This week saw the opening of the UK’s first solar farm that was built in the absence of any government support.
Clayhill Solar Farm in Bedfordshire has paved the way for subsidy free installations on a large scale. It has a capacity of 10 MW, which is enough energy to power 2,500 homes. Clayhill received no Renewables Obligation contract nor was it offered a Contracts for Difference. Therefore, Anesco, the company behind the installation, had to make savings elsewhere.
Anesco has a four year relationship with Chinese manufacturer BYD, alowing them to reduce their prices for the 30,000 315 W poly solar cells and 6 MW of battery storage.
Huawei supplied 1,500 V inverters, with Anesco the first company to use Huawei in Europe. Each inverter has a maximum power point tracker and 12 directly connected string inputs. This improves the flexibility of the PV strings and maximising yields.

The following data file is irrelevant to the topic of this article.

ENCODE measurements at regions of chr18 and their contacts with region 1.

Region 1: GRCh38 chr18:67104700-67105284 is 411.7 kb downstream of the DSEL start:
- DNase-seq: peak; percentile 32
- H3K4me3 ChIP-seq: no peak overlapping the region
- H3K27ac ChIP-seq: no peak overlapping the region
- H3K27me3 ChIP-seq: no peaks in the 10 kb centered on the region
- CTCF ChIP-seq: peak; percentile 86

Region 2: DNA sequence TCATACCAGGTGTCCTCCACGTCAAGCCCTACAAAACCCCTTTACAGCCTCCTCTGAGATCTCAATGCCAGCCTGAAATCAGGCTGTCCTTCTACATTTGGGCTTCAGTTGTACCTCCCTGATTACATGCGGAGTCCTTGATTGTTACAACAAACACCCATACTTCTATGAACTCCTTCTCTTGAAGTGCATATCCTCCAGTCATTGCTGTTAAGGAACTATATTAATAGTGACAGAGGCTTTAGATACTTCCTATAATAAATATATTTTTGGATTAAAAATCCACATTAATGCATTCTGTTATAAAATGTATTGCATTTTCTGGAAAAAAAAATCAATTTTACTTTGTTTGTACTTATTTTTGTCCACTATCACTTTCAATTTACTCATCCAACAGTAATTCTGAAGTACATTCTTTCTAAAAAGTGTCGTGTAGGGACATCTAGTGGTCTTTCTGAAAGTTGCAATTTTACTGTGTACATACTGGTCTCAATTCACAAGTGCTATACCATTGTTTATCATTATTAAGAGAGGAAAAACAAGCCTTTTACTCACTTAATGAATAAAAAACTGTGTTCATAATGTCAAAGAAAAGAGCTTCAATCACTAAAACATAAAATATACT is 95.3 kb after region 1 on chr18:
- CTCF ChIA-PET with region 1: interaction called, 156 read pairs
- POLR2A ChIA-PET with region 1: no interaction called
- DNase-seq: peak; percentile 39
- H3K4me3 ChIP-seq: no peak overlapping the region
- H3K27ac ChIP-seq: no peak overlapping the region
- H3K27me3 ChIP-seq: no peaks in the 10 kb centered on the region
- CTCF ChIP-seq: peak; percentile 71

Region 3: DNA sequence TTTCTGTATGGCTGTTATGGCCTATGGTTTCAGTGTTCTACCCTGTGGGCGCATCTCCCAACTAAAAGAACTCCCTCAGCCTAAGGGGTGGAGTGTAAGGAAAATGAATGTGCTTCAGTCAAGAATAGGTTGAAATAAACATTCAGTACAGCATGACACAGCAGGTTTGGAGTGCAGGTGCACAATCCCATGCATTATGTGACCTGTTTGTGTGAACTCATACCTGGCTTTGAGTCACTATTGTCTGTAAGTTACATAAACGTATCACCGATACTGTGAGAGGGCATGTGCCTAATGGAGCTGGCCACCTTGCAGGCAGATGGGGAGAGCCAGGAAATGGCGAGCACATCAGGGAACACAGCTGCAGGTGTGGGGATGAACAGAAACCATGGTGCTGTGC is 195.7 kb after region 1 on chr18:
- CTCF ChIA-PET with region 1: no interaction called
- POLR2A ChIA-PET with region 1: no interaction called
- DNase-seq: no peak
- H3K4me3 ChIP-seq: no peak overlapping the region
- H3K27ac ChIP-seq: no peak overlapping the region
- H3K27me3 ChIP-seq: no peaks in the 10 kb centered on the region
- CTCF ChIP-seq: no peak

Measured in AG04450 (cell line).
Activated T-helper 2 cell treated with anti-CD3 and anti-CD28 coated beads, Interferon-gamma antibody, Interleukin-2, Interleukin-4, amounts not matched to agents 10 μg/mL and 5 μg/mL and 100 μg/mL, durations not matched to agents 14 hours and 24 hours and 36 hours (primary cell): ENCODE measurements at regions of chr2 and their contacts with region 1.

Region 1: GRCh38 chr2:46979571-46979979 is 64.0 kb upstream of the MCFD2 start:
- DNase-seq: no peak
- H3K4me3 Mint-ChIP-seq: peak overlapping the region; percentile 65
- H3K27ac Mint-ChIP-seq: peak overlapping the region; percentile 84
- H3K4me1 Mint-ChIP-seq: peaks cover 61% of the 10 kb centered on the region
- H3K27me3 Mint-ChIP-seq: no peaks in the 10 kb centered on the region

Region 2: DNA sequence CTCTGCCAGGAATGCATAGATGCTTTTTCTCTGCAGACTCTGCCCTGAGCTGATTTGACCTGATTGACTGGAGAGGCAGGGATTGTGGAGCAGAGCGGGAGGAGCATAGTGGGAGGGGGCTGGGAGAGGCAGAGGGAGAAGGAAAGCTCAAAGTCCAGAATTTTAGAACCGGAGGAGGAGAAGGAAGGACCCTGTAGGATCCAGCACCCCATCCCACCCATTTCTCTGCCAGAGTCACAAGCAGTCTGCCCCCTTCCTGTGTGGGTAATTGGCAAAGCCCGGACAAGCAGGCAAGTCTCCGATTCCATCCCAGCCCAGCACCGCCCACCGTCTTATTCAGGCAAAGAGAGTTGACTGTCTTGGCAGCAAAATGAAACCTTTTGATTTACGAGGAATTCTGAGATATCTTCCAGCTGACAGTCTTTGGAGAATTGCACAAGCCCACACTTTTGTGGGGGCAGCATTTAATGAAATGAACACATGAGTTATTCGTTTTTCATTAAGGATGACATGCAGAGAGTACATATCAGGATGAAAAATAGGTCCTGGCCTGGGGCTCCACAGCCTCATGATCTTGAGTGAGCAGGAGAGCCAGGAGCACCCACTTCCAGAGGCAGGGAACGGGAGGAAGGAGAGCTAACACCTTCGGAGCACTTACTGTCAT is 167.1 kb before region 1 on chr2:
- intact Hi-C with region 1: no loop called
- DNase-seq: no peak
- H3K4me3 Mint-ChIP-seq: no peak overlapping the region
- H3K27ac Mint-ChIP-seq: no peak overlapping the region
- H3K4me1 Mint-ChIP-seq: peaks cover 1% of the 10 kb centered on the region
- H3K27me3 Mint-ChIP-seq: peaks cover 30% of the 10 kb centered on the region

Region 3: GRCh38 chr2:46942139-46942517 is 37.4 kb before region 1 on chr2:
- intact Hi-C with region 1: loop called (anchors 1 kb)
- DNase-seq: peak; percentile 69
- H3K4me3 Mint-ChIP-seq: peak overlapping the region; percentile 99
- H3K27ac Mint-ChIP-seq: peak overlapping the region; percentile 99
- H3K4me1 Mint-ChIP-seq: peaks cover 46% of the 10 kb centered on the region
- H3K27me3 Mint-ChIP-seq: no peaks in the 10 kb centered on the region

Another significant reduction in cost is down to a neighbouring 5 MW solar farm with already established grid connections.
The site is estimated to export 9,000 MWh of energy each year. This will be backed up by revenue streams linked to the batteries. Clayhill will bid for revenue streams from various tenders when it is ready. Including, the Capacity Market and the Enhanced and Fast Frequency Response. Once the site has pre-qualified for Capacity Market tenders in mid-November the batteries will be turned on.
Excellent planning and shrewd business acumen has made this Clayhill a viable endeavour, that is sure to be inspiration for any future solar farm.